You will find our graduates in almost every area of work within the cultural and creative industries. Graduates over the last few years entered employment in roles such as:

  • Associated Board of the Royal Schools of Music, Theory Assistant
  • Royal Opera House, Musical Play Leader
  • London Symphony Orchestra, Discovery Schools Project Co-ordinator
  • Musical Associates UK, Box Office Manager
  • Warner Music UK, SLC Co-ordinator
  • Christchurch Cathedral, Teacher and Lay Clerk
  • Wigmore Hall, London, Learning Assistant
  • University sector, Arts Co-ordinator
  • Schott/Faber, Music Publisher
  • Music Producer, Kylie Minogue, Ellie Goulding, Lady Gaga, Timbaland, Katy Perry, Cheryl Cole
  • Signum Records, Label Manager

Study and work abroad

We give our students the opportunity to acquire international experience during their degrees by taking advantage of our exchange agreements with overseas universities or by completing a Professional Training placement abroad. In addition to the hugely enjoyable and satisfying experience, time spent abroad adds a distinctive element to your CV. Visit our global exchanges pages to check where you can go.

You have the opportunity to spend one or two semesters abroad on study placements at institutions such as:

  • University of Cincinnati
  • University of Central Florida
  • North Carolina State University
  • University of North Texas
  • Monash University
  • University of Sydney
  • Brock University
  • Victoria University, Wellington

Thanks to your experience overseas, you will acquire a new cultural background which will contribute to your success whether in your studies or in your professional career.


Discover the range of facilities available to our students on our School facilities pages.

Performance opportunities

Opportunities in the Department of Music and Media include:

  • University Symphony Orchestra
  • University Choir
  • Gospel Choir
  • Chamber Choir
  • Chamber Orchestra
  • University Big Band
  • Numerous chamber ensembles
  • Music ensembles.

Artists, composers and ensembles who have recently visited for concerts and masterclasses include:

  • Mark Anthony Turnage
  • Nikolai Demidenko
  • Nicola Benedetti
  • Notes Inégales
  • John Williams
  • Paco Pena
  • The Delta Saxophone Quartet
  • Graham Fitkin
  • Dame Judith Weir
  • Harry Gregson-Williams
  • Tasmin Little.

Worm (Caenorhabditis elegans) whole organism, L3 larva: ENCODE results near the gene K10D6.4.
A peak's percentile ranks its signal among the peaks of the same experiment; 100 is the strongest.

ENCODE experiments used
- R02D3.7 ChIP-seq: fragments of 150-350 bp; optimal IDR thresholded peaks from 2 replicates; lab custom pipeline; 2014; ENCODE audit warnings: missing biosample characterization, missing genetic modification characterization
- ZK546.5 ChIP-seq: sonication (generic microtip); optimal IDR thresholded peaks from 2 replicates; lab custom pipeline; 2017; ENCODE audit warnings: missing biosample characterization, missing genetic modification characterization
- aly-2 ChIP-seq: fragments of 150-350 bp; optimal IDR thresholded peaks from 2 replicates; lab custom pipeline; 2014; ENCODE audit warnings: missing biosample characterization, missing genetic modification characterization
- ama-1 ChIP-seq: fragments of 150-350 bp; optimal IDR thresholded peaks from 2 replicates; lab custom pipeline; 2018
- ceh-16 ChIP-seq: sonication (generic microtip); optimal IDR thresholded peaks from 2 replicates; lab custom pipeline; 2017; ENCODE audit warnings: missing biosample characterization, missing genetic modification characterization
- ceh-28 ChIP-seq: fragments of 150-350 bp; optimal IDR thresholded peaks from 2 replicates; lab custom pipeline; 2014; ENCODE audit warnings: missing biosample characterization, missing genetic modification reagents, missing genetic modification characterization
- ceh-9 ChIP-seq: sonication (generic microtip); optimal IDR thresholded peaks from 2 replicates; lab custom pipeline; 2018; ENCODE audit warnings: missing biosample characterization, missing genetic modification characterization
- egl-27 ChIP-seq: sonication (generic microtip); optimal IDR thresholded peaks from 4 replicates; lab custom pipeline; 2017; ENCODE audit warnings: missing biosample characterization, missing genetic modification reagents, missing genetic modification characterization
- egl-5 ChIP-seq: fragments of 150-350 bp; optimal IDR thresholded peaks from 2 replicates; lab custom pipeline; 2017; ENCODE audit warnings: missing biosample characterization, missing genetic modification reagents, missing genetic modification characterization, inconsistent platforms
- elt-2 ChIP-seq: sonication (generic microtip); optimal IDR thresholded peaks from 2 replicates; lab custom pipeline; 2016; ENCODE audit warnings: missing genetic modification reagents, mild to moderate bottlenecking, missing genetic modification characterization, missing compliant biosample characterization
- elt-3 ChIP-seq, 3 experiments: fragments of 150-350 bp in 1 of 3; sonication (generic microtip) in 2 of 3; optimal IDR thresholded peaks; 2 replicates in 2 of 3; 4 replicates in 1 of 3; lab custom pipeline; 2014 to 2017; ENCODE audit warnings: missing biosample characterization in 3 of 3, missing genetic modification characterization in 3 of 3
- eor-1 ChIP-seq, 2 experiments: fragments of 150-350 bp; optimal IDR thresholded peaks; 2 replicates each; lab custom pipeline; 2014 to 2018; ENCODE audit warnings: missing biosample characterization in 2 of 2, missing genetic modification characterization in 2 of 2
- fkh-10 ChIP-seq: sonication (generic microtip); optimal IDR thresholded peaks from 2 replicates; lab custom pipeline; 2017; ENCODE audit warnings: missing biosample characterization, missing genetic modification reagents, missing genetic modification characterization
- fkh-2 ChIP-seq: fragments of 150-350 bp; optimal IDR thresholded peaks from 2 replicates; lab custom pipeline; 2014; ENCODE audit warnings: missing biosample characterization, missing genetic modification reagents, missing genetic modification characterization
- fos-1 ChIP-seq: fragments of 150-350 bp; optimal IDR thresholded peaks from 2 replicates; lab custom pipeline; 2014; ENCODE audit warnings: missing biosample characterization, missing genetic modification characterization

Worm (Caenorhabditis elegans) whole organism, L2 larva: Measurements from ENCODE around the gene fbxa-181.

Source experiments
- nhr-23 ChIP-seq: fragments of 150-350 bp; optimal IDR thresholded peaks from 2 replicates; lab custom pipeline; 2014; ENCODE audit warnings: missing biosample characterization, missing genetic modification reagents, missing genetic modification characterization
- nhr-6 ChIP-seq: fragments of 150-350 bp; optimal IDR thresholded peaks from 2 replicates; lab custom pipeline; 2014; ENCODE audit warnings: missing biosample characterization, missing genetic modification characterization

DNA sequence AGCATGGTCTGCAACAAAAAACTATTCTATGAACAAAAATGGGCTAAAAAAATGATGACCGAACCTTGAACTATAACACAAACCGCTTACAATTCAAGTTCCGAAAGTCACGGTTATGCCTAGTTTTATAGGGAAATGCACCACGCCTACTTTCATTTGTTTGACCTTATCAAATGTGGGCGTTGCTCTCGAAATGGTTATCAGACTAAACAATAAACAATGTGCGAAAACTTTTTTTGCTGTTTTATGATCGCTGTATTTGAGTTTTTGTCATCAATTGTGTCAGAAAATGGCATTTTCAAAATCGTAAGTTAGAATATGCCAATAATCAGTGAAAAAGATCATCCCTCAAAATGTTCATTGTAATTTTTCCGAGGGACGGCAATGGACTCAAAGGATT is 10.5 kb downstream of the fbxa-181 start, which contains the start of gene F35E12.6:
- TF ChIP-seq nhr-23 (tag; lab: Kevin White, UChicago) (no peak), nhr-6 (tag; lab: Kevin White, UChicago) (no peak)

The Department holds a weekly lunchtime recital series featuring student performers and several larger concerts each semester. It also hosts regular performances by visiting professional artists.

There are numerous opportunities for performing outside official University groups such as at the Guildford International Music Festival, which is run by the Department.


Learn more about music at Surrey on our dedicated Music at Surrey Twitter account.

Academic year structure

The academic year is divided into two semesters of 15 weeks each. Each semester consists of a period of teaching, revision/directed learning and assessment.

The University operates a credit framework for all taught programmes based on a 15-credit tariff. All taught modules are 15 credits. Project modules and dissertation modules can be either 15, 30, 45 or 60 credits.

The structure of our programmes follows clear educational aims that are tailored to each programme. These are all outlined in the programme specifications which include further details such as the learning outcomes.


Modules listed are indicative, reflecting the information available at the time of publication. Please note that modules may be subject to teaching availability and/or student demand.


Timetables are normally available one month before the start of the semester. Please note that while we make every effort to ensure that timetables are as student-friendly as possible, scheduled teaching can take place on any day of the week (Monday–Friday). Wednesday afternoons are normally reserved for sports and cultural activities. Part-time classes are normally scheduled on one or two days per week, details of which can be obtained from the course administrators.


On our degree programmes, you will attend a mixture of lectures, seminars, workshops and tutorials. All are encouraged to participate in the many practical performance opportunities on offer. These include choirs, orchestras, student-run ensembles, weekly lunchtime recitals, concerts of student compositions, masterclasses and recording sessions.

Many students start up their own chamber ensembles and rock/pop groups. Short modules on computing skills for music are also available, and access to a range of specialised online music archives and materials are provided.

There may be occasions when the delivery of your teaching is supported by postgraduate research students. The University has a set of procedures that govern the use of postgraduate research students in this way.


This course is taught by academic staff from the Faculty of Arts and Social Sciences.

Programme leader

MARK CM Dr (Music & Med)

Personal tutor

All taught students are assigned a personal tutor before beginning a programme of study. Personal tutors offer support and advice to students in the areas of:

  • Academic progress
  • Pastoral/welfare issues
  • Personal/professional development and employability.


Modules are assessed individually and credits are awarded for the successful completion of each one. Assessment takes place through a combination of examination and/or coursework, practical examinations and reports. Check individual module information to see full details at a module level.

Contact hours

Contact hours can vary across our modules. Full details of the contact hours for each module are available from the University of Surrey's module catalogue. See the modules section for more information.

Policies and regulations

Please refer to our academic regulations and student policies and regulations. These may be amended from time to time.

Learning and disability support

We have two services, the Student Personal Learning and Study Hub (SPLASH) and Additional Learning Support (ALS) which can help develop your learning.

Student Personal Learning and Study Hub